You probably have already seen photographs that use the “bokeh” technique, so you may already know what kind of final image you can capture using this tutorial. If you are unfamiliar with bokeh, look at the images below and study the background lights to get an idea.
The term bokeh comes from the Japanese word “boke,” which means “blur” or “haze.” When applied to photography, bokeh refers to the aesthetic quality of a photograph’s out-of-focus areas (what is normally the background).
Bokeh can be differentiated into two types:
1) Without specular highlights—This type of bokeh produces an image where the background is completely blurred and there is no sign of specular highlights on the photograph.
2) With specular highlights—This type of bokeh produces an image where specular lights are visible and are used in creative ways to capture beautiful and artistic photographs.
Producing the first kind of bokeh is as simple as using the widest aperture available on your camera lens. Thus, we will focus on creating the second kind of bokeh.
What Do You Need?
- A fast lens—a 50mm f/1.8 is a good start.
- Background lights—small LED lights, such as Christmas lights, are good to start with.
- Black cardboard.
- Craft knife.
Capturing Bokeh Step-by-Step
While the final image can seem intimidating, by following a few key points, you will be able to create striking bokeh images in your own photographs.
1) Use the largest aperture (the smallest f-number) available on your lens. By doing this, you will reduce the depth of field, which separates your subject from the background as much as possible.
2) Using a fast lens is important. The faster the lens is, the wider the aperture will be. If your current lens is not fast enough, I recommend purchasing a 50mm prime lens. They are fast lenses, provide ultra-sharp results, and are available from most of the major photography brands for a fairly inexpensive price.
3) The closer you get to your subject, the blurrier the background will be. The trick is finding a balance between the distance from the subject and clean composition.
4) Besides manipulating the camera and lens settings, the only way to create the bokeh effect is by using small lights in the background. If you are at home or in a studio, the easiest way is to use small LED lights—like the ones used in Christmas decorations.
5) Place your background lights a few meters from your subject and arrange them to construct an appealing background.
Using Filters to Alter the Shape of the Background Lights
Using the previous instructions, you were able to achieve beautiful bokeh with round specular highlights. The specular lights are round because this is the form of your camera’s aperture shape. This next tutorial addresses how to change the shape of the specular lights and thus, your bokeh.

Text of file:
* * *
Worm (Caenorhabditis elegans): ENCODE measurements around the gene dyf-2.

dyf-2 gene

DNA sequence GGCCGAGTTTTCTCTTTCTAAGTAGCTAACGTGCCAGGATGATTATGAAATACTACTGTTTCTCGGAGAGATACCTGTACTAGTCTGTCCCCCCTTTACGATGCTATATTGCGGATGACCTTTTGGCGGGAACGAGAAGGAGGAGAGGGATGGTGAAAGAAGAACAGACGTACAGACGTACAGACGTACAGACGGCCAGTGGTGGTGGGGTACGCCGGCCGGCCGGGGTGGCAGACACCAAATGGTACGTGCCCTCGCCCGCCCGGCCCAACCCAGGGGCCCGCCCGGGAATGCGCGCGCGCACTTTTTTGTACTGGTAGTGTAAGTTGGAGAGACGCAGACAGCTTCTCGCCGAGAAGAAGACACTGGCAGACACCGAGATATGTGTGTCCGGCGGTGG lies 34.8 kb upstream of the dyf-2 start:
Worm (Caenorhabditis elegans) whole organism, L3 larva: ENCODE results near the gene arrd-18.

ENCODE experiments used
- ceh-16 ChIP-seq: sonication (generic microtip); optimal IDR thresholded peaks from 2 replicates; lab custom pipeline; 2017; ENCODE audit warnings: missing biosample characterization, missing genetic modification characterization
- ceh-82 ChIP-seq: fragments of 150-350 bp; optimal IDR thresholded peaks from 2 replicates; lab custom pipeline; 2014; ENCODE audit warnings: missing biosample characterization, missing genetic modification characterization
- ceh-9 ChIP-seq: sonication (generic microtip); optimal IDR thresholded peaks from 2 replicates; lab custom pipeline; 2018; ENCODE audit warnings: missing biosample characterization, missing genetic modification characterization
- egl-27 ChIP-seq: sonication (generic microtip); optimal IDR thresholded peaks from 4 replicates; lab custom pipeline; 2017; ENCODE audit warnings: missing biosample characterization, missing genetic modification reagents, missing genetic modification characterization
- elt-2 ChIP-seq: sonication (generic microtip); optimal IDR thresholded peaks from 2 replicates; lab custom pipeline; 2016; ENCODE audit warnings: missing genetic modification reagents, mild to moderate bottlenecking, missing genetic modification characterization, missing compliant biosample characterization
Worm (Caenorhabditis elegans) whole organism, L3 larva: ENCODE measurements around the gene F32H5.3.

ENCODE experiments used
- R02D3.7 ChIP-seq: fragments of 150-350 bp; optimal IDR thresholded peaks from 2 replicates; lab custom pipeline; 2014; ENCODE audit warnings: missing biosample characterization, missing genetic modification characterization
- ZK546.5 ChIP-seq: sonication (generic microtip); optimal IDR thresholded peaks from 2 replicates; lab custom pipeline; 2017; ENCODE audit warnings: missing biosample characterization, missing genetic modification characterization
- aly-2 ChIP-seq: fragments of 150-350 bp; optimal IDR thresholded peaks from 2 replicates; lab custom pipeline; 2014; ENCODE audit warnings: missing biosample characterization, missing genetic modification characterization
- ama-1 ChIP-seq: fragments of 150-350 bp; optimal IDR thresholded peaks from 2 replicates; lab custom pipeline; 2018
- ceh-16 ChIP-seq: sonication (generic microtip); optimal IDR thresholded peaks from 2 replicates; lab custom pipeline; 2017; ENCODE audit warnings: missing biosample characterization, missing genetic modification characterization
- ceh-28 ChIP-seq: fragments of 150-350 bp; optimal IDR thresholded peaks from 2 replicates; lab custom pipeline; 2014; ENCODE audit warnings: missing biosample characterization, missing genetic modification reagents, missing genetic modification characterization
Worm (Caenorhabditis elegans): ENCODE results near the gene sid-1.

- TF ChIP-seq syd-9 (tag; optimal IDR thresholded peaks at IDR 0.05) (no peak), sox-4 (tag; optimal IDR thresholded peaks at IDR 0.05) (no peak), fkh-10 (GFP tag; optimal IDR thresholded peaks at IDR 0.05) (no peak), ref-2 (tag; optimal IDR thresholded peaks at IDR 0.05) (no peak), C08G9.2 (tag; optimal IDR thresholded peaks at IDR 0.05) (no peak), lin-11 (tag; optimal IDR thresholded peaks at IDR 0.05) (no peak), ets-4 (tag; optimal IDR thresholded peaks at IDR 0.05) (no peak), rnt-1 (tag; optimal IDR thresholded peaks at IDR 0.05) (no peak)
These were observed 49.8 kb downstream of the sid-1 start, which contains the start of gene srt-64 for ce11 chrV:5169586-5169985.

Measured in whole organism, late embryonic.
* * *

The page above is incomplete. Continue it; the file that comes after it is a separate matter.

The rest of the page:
To change the shape of the bokeh, you must change the shape your camera’s aperture. This is easily done by adding a black cardboard “filter” in front of your camera lens, with the desired shape cut into the center.
Here are a few examples:
Creating Your Own Bokeh Filters
Creating your own bokeh filters is not difficult and each one can be completed in almost no time. To make it easier, I prepared a basic template:
If you have a neutral or UV filter attached to your lens to protect it, the size of the bokeh filter must be the same size as the inner size of your UV filter.
In the template, you can see a centered small grey circle. This space is reserved for cutting out the desired bokeh shape. The size of this grey circle cannot be bigger than the 60% of your lens aperture. Use this simple formula to calculate the correct size:
(lens diameter/maximum aperture) X 0.6 = maximum size in millimeters
For example, if I want to calculate for my 50mm f/1.4 lens, this is how the formula would read:
(50/1.4) X 0.6 = 21.42mm
Finally, you will observe four small flaps on the template. These are in place for easy handling of the filter; they will be especially useful when you need to remove the filter from the lens without scratching it. In the next photo, you can see how these filters fit into a camera lens:
One final tip: Be very careful when cutting out the shapes on your filters. Any irregular lines will be ungraceful in the final image.
If you are like me and do not have a special talent for drawing your own shapes, don’t panic! You can search for black and white icons on the Internet (many are available under creative commons licenses) or purchase a set of bokeh filters, shown below:
This article has shown you how to create dynamic images using the bokeh lighting technique, which enhances the background. However, you must remember to consider the most important part of any image—the subject. Any background should make your subject more appealing, but sometimes, especially with techniques like this one, it is easy to distract the viewer. Pay equal attention to your subject and the overall composition while working with these techniques.
With that in mind, just be yourself and have fun. Please feel free to share your comments and feedback!